The whole SOX fiasco hogtied our industry and gagged the leaders, but there are still some great voices out here. Take Dr. T from National Instruments: Passion personified. And then startup CEOs like Brett Fox of Touchstone (nice interview, by the way, Brian)who are making good headway and making no bones about it. But, alas, your point is still valid, echoes in the silicon corridor, "Is there anybody out there?"
Successful businessmen do not always make for good theater or good EE Times interviews.
Sergey Brin and Larry Page may not come off as mad scientists or swashbuckling pirates, but they've done their fair share of meaningful work.
Flashiness is over-rated.
Furthermore, this is a time where even inhabitants of third-world villages know what comes out of Silicon Valley. Its success stories are treated like rock stars.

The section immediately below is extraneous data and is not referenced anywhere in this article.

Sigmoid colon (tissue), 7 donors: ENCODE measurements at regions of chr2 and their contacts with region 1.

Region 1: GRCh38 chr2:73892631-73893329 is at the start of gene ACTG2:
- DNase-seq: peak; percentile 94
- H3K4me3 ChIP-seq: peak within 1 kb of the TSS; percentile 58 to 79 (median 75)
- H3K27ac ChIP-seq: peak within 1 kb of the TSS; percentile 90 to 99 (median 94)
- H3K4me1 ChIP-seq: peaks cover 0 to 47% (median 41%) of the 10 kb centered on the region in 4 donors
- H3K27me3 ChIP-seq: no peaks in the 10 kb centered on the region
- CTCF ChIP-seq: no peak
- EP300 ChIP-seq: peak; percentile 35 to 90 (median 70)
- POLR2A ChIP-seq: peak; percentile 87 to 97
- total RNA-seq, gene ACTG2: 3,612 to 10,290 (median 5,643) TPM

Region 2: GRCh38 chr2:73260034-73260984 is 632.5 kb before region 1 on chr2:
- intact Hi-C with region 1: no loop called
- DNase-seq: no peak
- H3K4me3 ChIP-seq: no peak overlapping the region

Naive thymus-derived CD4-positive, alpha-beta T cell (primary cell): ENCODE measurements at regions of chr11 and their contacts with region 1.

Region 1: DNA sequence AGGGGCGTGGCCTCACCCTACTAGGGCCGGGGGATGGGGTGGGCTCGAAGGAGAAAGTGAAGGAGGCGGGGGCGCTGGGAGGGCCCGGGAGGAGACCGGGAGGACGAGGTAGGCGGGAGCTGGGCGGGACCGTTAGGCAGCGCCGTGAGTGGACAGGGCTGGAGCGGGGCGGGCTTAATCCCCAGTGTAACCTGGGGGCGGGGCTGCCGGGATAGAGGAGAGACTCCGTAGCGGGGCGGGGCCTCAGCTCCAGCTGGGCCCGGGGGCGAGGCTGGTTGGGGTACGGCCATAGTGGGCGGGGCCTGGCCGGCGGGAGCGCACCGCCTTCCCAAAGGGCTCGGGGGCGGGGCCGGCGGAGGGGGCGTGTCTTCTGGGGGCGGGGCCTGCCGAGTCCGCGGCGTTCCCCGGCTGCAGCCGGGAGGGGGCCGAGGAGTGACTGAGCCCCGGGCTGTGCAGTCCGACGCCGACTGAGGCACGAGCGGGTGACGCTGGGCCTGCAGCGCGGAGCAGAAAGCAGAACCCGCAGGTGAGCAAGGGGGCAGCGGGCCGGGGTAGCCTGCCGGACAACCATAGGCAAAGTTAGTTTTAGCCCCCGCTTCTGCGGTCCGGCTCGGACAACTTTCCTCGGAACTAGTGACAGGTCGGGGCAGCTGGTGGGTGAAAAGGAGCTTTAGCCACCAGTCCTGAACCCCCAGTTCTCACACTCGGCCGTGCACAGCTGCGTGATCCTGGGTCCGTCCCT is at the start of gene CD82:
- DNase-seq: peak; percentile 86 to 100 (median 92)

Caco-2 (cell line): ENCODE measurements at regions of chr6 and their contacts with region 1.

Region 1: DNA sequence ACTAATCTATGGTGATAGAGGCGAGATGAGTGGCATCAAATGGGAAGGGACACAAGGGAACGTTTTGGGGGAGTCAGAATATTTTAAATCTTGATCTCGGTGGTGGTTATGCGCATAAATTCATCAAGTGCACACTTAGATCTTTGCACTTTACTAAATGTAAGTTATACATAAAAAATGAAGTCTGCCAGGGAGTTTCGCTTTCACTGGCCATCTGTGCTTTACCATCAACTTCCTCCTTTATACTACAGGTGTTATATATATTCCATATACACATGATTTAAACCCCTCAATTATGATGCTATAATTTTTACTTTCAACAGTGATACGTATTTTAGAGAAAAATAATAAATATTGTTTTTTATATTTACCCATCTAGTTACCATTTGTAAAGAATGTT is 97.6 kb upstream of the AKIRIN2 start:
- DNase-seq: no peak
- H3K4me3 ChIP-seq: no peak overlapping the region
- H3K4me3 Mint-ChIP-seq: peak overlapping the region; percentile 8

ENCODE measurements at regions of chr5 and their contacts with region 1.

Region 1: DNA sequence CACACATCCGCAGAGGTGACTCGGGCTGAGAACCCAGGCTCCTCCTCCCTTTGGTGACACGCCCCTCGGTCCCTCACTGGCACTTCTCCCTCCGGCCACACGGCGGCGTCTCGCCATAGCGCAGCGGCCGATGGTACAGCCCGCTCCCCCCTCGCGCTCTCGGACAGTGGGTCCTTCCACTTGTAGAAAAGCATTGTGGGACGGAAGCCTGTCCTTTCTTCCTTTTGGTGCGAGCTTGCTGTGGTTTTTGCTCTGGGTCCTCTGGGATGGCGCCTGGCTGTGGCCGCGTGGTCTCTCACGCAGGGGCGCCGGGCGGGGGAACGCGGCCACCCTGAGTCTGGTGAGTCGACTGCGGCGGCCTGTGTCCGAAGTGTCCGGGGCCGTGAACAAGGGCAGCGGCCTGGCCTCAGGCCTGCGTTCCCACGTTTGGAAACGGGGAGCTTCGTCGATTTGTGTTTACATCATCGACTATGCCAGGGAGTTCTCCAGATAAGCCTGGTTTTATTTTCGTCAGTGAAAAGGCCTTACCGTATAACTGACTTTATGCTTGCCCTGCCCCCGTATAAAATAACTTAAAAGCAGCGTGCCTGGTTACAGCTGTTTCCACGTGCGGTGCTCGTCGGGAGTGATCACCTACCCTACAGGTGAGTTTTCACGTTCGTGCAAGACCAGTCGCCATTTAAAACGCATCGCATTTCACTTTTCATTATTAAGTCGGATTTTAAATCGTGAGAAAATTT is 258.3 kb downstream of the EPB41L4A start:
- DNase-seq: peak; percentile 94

I wouldn't worry about the allure of engineering being diminished in recent years.
I think you hit the nail on the head. The mavericks of yesteryear inspired people, and they occasionally spoke first and thought it through later, sometimes with negative results. I would argue that these kinds of people are still running Silicon Valley companies, but everyone has gotten way more careful. Statements are more carefully vetted in the era of Sarbanes-Oxley and heightened concern over day to day stock price fluctuation. Being careful has its merits, but we do lose something.
My Mom the Radio Star Max MaxfieldPost a comment I've said it before and I'll say it again -- it's a funny old world when you come to think about it. Last Friday lunchtime, for example, I received an email from Tim Levell, the editor for ...
A Book For All Reasons Bernard Cole3 comments Robert Oshana's recent book "Software Engineering for Embedded Systems (Newnes/Elsevier)," written and edited with Mark Kraeling, is a 'book for all reasons.' At almost 1,200 pages, it ...